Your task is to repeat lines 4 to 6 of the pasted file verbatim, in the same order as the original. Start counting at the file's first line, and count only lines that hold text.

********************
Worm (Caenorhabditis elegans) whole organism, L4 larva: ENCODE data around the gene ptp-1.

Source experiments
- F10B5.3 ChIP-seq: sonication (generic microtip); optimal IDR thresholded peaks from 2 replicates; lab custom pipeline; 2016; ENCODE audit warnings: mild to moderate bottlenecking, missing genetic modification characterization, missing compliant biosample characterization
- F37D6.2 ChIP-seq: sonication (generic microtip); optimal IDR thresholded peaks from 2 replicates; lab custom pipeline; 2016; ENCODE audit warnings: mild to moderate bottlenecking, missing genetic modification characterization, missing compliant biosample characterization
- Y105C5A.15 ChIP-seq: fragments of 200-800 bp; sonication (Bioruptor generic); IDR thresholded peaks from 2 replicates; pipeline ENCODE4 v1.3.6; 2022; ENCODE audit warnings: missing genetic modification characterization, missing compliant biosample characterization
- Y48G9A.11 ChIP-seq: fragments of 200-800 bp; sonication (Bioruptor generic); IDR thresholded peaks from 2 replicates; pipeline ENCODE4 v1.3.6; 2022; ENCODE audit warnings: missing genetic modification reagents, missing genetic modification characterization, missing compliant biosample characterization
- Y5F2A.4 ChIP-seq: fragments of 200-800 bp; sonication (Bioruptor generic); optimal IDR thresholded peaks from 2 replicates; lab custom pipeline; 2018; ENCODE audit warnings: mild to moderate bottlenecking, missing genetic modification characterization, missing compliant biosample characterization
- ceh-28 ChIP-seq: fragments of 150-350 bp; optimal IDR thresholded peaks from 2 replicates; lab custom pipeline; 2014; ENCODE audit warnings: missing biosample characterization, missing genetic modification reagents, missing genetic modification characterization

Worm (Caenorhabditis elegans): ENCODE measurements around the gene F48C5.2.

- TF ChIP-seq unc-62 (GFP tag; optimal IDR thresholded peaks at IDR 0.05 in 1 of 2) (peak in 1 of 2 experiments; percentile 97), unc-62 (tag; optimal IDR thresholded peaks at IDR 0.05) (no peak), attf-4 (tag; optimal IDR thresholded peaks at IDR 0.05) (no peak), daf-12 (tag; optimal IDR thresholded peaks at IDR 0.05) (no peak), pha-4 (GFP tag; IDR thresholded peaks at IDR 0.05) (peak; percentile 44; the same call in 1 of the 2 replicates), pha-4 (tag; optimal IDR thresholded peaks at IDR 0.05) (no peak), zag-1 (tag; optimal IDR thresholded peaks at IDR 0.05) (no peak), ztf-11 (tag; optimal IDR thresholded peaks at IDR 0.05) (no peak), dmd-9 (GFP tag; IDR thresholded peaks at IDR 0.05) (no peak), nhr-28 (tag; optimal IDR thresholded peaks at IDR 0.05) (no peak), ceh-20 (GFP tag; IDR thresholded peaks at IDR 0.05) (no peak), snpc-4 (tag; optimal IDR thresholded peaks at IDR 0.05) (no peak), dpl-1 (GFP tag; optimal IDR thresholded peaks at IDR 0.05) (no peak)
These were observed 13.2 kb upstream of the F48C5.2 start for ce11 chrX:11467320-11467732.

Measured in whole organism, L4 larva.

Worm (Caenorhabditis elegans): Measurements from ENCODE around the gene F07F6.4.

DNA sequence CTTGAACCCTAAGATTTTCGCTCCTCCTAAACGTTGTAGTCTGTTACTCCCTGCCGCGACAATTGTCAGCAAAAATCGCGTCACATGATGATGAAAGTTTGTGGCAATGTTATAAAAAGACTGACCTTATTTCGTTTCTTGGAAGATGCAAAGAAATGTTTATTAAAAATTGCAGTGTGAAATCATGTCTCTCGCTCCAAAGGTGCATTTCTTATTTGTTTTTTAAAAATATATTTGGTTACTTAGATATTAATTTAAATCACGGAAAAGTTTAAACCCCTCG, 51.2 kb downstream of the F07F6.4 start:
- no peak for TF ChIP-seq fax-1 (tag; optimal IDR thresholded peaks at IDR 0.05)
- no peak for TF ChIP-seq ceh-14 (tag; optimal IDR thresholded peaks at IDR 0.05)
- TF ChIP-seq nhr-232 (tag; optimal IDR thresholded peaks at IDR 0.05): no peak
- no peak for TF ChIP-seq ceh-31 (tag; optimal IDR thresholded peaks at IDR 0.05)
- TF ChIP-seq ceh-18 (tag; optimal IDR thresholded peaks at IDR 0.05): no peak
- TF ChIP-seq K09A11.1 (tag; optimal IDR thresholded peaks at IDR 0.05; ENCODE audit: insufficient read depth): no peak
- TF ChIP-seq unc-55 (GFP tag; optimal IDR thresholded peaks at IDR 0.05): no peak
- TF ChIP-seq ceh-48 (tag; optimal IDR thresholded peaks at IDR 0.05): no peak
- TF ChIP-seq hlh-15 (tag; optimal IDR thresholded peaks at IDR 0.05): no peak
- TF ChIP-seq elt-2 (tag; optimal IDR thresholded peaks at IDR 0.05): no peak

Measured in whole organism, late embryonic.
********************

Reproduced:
- F37D6.2 ChIP-seq: sonication (generic microtip); optimal IDR thresholded peaks from 2 replicates; lab custom pipeline; 2016; ENCODE audit warnings: mild to moderate bottlenecking, missing genetic modification characterization, missing compliant biosample characterization
- Y105C5A.15 ChIP-seq: fragments of 200-800 bp; sonication (Bioruptor generic); IDR thresholded peaks from 2 replicates; pipeline ENCODE4 v1.3.6; 2022; ENCODE audit warnings: missing genetic modification characterization, missing compliant biosample characterization
- Y48G9A.11 ChIP-seq: fragments of 200-800 bp; sonication (Bioruptor generic); IDR thresholded peaks from 2 replicates; pipeline ENCODE4 v1.3.6; 2022; ENCODE audit warnings: missing genetic modification reagents, missing genetic modification characterization, missing compliant biosample characterization